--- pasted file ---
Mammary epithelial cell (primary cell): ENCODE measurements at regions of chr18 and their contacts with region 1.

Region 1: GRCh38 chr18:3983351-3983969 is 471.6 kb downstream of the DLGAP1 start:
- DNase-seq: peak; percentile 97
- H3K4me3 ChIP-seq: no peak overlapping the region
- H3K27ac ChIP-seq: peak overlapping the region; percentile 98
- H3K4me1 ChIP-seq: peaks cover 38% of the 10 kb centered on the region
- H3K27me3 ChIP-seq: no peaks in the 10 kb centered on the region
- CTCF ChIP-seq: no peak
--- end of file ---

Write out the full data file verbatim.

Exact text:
Mammary epithelial cell (primary cell): ENCODE measurements at regions of chr18 and their contacts with region 1.

Region 1: GRCh38 chr18:3983351-3983969 is 471.6 kb downstream of the DLGAP1 start:
- DNase-seq: peak; percentile 97
- H3K4me3 ChIP-seq: no peak overlapping the region
- H3K27ac ChIP-seq: peak overlapping the region; percentile 98
- H3K4me1 ChIP-seq: peaks cover 38% of the 10 kb centered on the region
- H3K27me3 ChIP-seq: no peaks in the 10 kb centered on the region
- CTCF ChIP-seq: no peak